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Rosacea: When the Acne Won’t Go Away – Sather Health
Diseases & Conditions Physical Health

Rosacea: When the Acne Won’t Go Away

So you’ve tried almost everything to get rid of your acne—benzoyl peroxide, special soaps, dietary changes—but you still don’t see results. First, you should definitely see a doctor. Make your appointment with a clinician at the Tang Center as soon as possible, because you’ll need a referral to see the dermatologist there. Second, you may not have acne at all, but the papulopustular subtype of a condition called rosacea (roh-ZAY-sha) instead.

Rosacea is a common, chronic skin disorder that mimics acne’s redness, bumps, and pimples (at least this subtype does). Fair-skinned people who easily flush or blush are at the highest risk for the disorder, but all skin types and colors are vulnerable. There is no known definitive cause or cure as of today, but there are effective treatments to clear the papules and pustules (various bumpy, pus-filled structures) and reduce the redness.

This facial redness is the hallmark symptom to watch for. In addition to the acne mimic, there are three other subtypes that involve the formation of visible blood vessels, skin thickening (particularly around the nose), and eye irritation. Early treatment for rosacea is extremely important, as all subtypes of this condition can worsen over time if left unchecked. As we’ve seen above, bumps and pimples may appear. In severe cases of untreated rosacea, the nose may become bulbous (enlarged and bulging) from the formation of excess tissue.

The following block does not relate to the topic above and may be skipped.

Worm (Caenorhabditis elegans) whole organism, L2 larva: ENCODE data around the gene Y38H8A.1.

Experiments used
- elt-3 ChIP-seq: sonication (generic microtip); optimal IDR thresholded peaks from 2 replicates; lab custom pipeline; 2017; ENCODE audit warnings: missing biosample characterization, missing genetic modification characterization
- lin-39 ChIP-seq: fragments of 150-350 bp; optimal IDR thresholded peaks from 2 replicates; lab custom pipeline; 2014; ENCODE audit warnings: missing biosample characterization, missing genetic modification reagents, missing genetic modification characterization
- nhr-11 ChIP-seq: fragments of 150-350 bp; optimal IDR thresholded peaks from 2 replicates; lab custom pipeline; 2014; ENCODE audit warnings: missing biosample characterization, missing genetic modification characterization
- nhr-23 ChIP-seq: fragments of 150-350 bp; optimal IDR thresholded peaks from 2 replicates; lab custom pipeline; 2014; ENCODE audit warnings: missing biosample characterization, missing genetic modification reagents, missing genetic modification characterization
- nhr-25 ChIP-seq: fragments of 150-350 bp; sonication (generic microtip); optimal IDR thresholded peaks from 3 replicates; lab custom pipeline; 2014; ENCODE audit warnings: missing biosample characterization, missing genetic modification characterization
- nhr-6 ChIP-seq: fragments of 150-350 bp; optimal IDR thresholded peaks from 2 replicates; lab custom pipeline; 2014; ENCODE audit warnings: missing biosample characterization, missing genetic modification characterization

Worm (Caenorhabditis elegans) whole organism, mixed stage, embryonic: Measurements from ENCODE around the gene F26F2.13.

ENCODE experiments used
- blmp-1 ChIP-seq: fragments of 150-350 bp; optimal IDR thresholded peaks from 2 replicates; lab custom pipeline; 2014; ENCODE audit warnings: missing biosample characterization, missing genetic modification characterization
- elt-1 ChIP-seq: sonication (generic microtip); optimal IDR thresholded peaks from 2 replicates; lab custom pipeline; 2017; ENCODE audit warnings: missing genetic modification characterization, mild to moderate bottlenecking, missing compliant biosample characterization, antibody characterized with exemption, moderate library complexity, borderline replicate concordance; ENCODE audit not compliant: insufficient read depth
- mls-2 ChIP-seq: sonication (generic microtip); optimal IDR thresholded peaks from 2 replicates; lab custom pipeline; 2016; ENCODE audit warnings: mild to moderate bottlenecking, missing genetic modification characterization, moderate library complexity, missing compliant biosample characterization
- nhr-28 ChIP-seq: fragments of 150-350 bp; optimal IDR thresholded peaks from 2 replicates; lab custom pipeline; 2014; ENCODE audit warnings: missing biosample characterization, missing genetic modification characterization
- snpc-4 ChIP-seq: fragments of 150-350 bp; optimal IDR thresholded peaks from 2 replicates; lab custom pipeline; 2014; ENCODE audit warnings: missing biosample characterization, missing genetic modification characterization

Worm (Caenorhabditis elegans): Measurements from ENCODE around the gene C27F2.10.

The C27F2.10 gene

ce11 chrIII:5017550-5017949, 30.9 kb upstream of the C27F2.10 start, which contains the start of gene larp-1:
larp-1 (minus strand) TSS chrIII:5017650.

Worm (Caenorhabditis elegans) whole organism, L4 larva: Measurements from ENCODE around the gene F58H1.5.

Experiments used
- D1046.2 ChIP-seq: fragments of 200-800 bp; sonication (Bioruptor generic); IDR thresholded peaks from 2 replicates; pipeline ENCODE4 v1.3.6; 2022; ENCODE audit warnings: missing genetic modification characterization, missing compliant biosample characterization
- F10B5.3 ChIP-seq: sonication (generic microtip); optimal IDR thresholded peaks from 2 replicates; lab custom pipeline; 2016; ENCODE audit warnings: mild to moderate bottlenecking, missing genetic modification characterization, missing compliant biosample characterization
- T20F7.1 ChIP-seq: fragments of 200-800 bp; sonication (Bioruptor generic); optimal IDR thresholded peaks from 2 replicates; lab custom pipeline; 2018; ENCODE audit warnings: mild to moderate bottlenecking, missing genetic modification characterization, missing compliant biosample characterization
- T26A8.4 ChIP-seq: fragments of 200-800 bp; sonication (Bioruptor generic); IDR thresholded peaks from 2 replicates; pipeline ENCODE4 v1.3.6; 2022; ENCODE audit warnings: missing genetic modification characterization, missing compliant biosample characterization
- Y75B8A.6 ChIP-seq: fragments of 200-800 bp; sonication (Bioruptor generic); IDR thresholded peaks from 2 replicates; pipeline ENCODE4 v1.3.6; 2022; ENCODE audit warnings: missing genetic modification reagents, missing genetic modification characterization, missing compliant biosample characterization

Bottom line: get yourself to a doctor. There’s no need to suffer without treatment, and, if you’re diagnosed with rosacea, it’s truly not the end of the world. At least 16 million Americans have rosacea, so there’s plenty of information out there to arm yourself with (and even some support groups to join). The National Rosacea Society is a nonprofit organization and a tremendous resource for all aspects of rosacea: treatment, research, tips to reduce flare-ups, and much more. They even have free booklets and a newsletter edited by a Harvard dermatologist.


Article by Robert Morgan

Feature Image Source: Allure